The impact of the Texas Grow! Eat! Go! (tTGEG) garden and physical activity school-based interventions and connectedness on attendance in Texas schools

Christine Jovanovic, The University of Texas School of Public Health


As pressure to perform on standardized tests has increased, some schools have begun to prioritize instructional time over other considerations, including student health. However, this focus on academics can be counter-productive, reducing children’s physical and mental health to the point that they are unable to learn. In response, there are many school-based, health-focused interventions, such as the Texas Grow! Eat! Go! (TGEG) program, which hold promise for rebalancing educational priorities and student health. ^ One of the most critical metrics for student success and school funding is attendance. Literature supports a robust connection between regular attendance, academic success and school completion. A promising mechanism for this relationship is school connectedness, an indication of students’ engagement in school. This thesis is an attempt to define and support the connection between the TGEG intervention and attendance rates, using school connectedness as a promising mediator of this relationship. ^ Attendance rates were obtained from each of the 7 school districts that participated in the TGEG intervention, a random controlled trail with four treatment arms that was conducted in 7 school districts in a variety of Texas locations. Change in attendance was computed as the delta over the year before to the year after TGEG was implemented. Utilizing TGEG survey data, measures of connectedness were computed using the mean responses of 4 questions. A consistent trend between TGEG implementation and increased changed in attendance measures was observed, although this relationship was not statistically significant. In addition, regression analysis, stratified by treatment and adjusted for ethnicity and economic disadvantage, showed that the two intervention arms which included the Junior Master Gardener program had the greatest positive impact on change in attendance. Finally, our analysis found no evidence of connectedness as a moderator or confounder of the relationship. ^ While the positive trend observed between TGEG and change in attendance is promising, increasing the sample size and achieving significant results will greatly enhance the utility of these findings and the likelihood that this connection will improve the willingness of schools to adopt and support important curricular enhancements such as TGEG.^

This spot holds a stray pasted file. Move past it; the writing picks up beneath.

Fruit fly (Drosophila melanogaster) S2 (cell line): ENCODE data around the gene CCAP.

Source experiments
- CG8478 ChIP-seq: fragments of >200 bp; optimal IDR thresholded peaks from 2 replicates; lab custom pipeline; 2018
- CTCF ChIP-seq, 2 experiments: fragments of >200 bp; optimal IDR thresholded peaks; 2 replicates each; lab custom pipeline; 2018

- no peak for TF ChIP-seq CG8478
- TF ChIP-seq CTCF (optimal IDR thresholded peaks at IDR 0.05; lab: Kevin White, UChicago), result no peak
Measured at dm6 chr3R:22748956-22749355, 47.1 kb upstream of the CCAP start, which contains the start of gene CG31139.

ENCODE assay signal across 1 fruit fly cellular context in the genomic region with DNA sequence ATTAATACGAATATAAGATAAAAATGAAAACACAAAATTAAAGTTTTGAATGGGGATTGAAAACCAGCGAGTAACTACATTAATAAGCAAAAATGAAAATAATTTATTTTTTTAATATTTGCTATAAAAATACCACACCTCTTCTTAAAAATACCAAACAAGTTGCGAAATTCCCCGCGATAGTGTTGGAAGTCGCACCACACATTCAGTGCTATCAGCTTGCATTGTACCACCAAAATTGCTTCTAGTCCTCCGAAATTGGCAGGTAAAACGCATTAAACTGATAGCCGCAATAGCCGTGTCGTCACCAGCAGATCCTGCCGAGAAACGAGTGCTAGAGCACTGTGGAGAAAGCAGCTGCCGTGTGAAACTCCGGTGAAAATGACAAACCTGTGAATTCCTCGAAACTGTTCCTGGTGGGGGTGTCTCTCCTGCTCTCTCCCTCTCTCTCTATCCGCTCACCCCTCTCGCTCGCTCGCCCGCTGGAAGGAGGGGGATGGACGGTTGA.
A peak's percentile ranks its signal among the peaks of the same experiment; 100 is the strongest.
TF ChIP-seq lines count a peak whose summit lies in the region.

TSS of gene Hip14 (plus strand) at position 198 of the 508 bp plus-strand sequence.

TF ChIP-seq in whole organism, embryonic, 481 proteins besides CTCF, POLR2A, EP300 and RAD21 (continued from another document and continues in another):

Subject Area

Education policy|Elementary education|Public health

Recommended Citation

Jovanovic, Christine, "The impact of the Texas Grow! Eat! Go! (tTGEG) garden and physical activity school-based interventions and connectedness on attendance in Texas schools" (2016). Texas Medical Center Dissertations (via ProQuest). AAI10131756.